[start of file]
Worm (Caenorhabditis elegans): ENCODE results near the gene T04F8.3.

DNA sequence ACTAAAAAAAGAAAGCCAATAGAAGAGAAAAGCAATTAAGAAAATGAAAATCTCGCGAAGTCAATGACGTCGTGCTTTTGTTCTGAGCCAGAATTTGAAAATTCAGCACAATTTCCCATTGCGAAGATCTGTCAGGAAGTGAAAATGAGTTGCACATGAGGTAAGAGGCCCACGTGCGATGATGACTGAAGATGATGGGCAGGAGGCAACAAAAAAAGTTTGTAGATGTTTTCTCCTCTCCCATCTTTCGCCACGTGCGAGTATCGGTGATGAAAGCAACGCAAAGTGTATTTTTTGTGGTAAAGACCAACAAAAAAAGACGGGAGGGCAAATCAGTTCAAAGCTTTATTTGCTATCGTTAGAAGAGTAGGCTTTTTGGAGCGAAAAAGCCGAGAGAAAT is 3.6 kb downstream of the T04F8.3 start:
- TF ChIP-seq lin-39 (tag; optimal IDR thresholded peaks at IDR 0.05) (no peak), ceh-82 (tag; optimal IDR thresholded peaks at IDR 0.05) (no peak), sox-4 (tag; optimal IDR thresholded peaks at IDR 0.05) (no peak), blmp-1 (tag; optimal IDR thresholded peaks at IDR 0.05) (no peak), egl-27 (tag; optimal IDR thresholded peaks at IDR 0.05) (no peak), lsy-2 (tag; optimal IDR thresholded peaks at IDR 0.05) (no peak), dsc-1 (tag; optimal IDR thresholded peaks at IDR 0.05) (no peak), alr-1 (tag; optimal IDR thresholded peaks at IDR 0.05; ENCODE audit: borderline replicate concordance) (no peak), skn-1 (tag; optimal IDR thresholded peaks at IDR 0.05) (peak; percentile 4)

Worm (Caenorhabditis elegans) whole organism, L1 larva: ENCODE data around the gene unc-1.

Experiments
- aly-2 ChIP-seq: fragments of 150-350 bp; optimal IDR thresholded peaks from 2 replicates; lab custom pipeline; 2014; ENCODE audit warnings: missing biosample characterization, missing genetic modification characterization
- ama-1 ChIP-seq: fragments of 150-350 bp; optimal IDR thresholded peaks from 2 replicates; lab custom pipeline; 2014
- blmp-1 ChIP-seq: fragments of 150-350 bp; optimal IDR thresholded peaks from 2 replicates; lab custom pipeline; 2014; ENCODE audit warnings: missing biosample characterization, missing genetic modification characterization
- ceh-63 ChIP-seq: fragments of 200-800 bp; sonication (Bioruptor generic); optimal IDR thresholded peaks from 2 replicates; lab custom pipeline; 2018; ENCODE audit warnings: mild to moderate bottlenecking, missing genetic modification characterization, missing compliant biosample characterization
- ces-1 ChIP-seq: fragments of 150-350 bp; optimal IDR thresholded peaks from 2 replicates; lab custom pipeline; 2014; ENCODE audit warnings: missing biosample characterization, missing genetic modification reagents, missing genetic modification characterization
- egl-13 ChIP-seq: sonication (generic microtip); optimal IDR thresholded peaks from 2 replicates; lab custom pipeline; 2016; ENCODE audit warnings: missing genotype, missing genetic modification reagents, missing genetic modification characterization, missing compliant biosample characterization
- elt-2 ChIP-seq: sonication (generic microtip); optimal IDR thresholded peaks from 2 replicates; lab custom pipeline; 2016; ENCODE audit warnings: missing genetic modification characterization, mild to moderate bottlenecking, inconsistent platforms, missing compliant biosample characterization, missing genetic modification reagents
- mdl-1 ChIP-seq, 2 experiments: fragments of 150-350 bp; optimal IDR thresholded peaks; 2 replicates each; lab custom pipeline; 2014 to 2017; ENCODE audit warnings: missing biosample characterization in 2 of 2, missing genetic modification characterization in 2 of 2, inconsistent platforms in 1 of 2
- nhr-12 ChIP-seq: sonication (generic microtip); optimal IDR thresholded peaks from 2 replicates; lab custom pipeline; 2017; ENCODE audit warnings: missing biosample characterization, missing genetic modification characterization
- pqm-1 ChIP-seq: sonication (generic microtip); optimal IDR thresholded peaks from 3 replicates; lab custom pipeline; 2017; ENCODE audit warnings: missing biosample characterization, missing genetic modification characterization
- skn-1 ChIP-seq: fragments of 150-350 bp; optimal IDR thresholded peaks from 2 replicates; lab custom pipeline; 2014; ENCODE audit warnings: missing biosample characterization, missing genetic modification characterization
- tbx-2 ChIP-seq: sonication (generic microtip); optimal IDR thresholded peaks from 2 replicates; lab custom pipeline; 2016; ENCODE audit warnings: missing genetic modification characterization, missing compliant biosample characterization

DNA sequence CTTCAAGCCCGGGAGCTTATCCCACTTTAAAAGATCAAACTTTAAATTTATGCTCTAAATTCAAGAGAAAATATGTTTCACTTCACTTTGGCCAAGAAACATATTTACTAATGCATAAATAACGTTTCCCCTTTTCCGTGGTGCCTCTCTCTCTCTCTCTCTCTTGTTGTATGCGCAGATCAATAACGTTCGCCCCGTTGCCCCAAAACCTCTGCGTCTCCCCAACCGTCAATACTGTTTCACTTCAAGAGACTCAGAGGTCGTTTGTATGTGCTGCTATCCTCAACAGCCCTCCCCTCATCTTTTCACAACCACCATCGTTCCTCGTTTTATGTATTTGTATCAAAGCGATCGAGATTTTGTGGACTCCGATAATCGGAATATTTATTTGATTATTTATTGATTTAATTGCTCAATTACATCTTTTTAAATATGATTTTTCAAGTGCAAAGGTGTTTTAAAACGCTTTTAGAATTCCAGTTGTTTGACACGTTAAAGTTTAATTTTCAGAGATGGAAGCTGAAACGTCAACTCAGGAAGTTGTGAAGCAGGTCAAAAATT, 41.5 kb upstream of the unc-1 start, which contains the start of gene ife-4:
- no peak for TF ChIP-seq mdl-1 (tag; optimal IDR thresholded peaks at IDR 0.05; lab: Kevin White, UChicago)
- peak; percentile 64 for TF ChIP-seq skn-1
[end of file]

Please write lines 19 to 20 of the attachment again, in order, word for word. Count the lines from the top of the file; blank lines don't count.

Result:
- no peak for TF ChIP-seq mdl-1 (tag; optimal IDR thresholded peaks at IDR 0.05; lab: Kevin White, UChicago)
- peak; percentile 64 for TF ChIP-seq skn-1